HAPPEN Primary School Network Wales will be conducting research into schools returning on June 29th through a teacher survey and by speaking to pupils and teachers about their experiences. In this blog post Emily Marchant, Child Health and Education Researcher and part of the HAPPEN team, discusses their up and coming research with us.
To understand initial concerns and questions, we compiled the recent twitter Q&A with Kirsty Williams about schools returning. Here is what parents, school staff and practitioners think is important when schools re-open from June 29th.
The Welsh Government recently announced that schools in Wales will be returning from the 29th June. Through a phased approach, the aim of re-opening schools is to ‘check in, catch-up and prepare’ for summer and September. The HAPPEN team will be conducting research into schools returning by finding out pupils’ and teachers’ experiences and via a teacher survey and focus groups and interviews with teachers. This research will aim to uncover some of the practical barriers and facilitators which can be shared across the sector to promote areas of best practice and inform school planning and delivery from September. If you work in a school and would like to be involved with this research, please email firstname.lastname@example.org to express your interest.
The announcement that schools are to reopen has been followed by unanswered questions and unknowns from everyone that is impacted by this decision, from pupils and parents, to teachers and headteachers. To try and provide some clarity and offer an opportunity to answer questions, Kirsty Williams, the Minister for Education held a number of Q&A sessions on social media. Before the HAPPEN team undertake the research into schools returning, we have gathered responses from the Q&A into themes in order to try and understand some of the initial barriers, challenges and opportunities that returning to school will bring.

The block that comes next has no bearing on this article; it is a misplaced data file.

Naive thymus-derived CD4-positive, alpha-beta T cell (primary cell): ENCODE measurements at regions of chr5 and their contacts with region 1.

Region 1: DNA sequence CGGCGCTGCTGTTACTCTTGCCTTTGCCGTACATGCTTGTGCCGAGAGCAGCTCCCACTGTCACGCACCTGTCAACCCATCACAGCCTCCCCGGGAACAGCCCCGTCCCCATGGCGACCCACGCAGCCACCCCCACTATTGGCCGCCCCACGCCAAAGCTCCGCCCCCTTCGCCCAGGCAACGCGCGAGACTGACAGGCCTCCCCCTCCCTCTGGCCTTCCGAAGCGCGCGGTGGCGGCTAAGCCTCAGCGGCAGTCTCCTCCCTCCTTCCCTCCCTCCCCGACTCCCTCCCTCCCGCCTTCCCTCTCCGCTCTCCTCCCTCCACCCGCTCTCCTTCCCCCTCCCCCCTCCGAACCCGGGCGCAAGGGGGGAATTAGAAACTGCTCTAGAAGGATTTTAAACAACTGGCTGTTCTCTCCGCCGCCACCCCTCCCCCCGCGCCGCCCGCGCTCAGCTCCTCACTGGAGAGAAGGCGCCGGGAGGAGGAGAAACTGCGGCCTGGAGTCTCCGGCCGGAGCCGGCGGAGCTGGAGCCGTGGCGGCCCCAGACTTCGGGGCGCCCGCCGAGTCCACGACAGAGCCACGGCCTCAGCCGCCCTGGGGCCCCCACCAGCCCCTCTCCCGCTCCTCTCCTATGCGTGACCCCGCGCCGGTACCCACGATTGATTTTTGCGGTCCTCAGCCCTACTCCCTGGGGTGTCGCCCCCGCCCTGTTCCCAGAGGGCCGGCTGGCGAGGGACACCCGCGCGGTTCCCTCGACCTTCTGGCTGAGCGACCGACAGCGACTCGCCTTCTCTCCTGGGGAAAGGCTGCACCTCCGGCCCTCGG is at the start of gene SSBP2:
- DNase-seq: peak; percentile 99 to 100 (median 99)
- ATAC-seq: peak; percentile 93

Mental Health and Wellbeing
Of high importance to parents and teachers was protecting the emotional health and wellbeing of children and school staff. This has been acknowledged throughout the ‘Decision Framework’ document published by Welsh Government, which states ‘the safety and mental, emotional and physical well-being of learners and staff’ as one of five principles for this next phase. Putting this into practice however, is likely to require an intense focus from schools and working closely with families and communities in order to prioritise the wellbeing of everyone at school.